Rear of the Huawei Mate S

Composing and reviewing images on the Mate S’s 5.5-inch display is an absolute joy when compared to the 3.0 and 3.2-inch screens on most regular cameras, allowing you to show off your shots like no other compact camera can. The Mate S screen’s colour vibrancy is perhaps a little over-the-top, but you can alter the temperature of the screen if you’d prefer a cooler look. The screen also sports a 1920×1080 FHD resolution and with 401 pixels per inch, you’ll struggle to see any individual pixels.

When you want to take a photo, you can either double press the Huawei Mate S’s shutter button, or wake the lock screen and drag the camera icon upward. The volume buttons on the side of the Mate S can also control different aspects of the camera including firing the shutter, zooming in and out, or starting video capture. But the majority of the Mate S’s camera controls use the touchscreen.

In the top left (when viewing in portrait orientation) there’s a small icon which accesses the flash settings, in the middle is the Selfie mode icon for switching to the 8 megapixel front-facing camera, and on the right is the Camera Mode icon, which contains 9 settings including Panorama, Super Night, HDR and the important Pro Camera mode. This is very much like the Program Auto mode on a regular camera. In this mode, the Huawei Mate S lets you alter the metering mode, exposure compensation, ISO sensitivity, shutter speed, white balance, and the AF mode, with additional self-timer, AF assist and grid line options at the top of the screen.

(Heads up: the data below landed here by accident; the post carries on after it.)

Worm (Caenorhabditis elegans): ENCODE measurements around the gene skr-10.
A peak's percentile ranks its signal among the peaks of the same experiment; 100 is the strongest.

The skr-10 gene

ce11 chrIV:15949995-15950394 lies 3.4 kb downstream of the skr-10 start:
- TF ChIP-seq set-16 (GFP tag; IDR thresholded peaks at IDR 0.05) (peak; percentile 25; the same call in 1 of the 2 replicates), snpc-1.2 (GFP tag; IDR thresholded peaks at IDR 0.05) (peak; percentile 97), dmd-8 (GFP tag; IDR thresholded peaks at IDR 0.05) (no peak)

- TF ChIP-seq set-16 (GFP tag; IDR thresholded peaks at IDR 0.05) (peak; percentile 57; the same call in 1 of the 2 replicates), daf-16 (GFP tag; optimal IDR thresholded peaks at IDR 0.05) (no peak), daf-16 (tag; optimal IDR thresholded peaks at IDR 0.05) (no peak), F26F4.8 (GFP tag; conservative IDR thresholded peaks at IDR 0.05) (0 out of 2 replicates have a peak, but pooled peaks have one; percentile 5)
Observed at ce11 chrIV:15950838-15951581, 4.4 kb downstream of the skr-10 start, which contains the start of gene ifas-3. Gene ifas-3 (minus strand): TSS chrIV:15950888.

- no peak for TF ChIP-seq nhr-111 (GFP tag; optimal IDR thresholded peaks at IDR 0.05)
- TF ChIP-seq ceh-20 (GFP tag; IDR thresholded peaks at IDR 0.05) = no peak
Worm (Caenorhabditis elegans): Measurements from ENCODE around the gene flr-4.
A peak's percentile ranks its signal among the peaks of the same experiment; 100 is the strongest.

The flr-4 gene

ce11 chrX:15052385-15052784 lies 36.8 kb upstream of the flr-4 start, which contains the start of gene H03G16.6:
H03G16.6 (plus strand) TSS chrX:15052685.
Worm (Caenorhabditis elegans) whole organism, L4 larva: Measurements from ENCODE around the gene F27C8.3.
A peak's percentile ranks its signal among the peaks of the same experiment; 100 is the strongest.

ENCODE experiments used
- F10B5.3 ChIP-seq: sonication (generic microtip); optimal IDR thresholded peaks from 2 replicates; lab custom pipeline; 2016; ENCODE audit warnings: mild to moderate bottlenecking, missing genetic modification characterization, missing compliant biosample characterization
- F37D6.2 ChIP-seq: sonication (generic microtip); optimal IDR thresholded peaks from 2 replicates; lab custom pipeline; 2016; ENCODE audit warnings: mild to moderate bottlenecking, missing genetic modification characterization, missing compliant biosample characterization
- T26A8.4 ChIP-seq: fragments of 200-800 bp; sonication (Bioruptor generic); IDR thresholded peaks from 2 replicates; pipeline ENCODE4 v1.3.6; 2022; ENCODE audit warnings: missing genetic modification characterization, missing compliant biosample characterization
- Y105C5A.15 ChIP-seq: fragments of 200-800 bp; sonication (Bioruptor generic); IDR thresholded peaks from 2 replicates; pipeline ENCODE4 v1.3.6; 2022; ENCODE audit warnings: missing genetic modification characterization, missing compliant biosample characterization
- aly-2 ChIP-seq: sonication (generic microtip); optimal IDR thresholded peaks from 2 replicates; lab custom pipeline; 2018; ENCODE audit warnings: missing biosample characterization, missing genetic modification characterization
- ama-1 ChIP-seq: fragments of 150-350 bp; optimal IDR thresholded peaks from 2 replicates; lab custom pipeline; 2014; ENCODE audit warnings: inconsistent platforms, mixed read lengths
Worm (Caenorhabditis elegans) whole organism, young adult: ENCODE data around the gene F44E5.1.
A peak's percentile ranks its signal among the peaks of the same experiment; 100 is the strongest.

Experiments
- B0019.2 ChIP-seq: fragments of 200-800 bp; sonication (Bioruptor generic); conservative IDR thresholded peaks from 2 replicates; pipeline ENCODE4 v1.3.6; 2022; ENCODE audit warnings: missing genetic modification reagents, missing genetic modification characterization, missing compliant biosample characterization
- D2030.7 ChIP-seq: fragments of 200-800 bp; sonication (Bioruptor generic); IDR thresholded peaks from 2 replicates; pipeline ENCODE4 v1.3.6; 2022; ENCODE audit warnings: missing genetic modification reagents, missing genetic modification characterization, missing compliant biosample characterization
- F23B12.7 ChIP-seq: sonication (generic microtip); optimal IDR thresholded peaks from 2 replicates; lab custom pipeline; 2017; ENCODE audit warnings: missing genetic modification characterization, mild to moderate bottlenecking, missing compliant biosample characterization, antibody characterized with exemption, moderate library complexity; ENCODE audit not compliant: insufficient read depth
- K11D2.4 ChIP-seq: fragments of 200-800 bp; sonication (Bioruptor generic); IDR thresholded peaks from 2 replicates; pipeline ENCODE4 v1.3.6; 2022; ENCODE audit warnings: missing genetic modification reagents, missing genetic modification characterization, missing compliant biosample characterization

Huawei Mate S
The Huawei Mate S – Camera Settings

The HDR function helps to even out tricky exposures, for example where a bright background would normally throw the foreground into deep shadow. You can see from the examples on the Image Quality page that this feature produces a photo with noticeably more dynamic range than one taken using one of the standard shooting modes, but at the same time without replicating the often “false” look of many HDR programs.

The Panorama mode lets you capture a panoramic image very easily without the use of a tripod. All you need to decide is whether you would like to start from the left or the bottom. Then press and hold down the shutter release while doing a “sweep” with the camera in hand. After you are done with the sweeping, the camera does all the processing required, and presents you with a finished panoramic image.

The All Focus mode allows you to change the focus point of the shot after you’ve taken it, working best with close-up subjects, while the Best Photo mode takes a continuous burst of up to 10 images and allows you to choose your favourite one after the event.

Huawei Mate S
The Huawei Mate S In-hand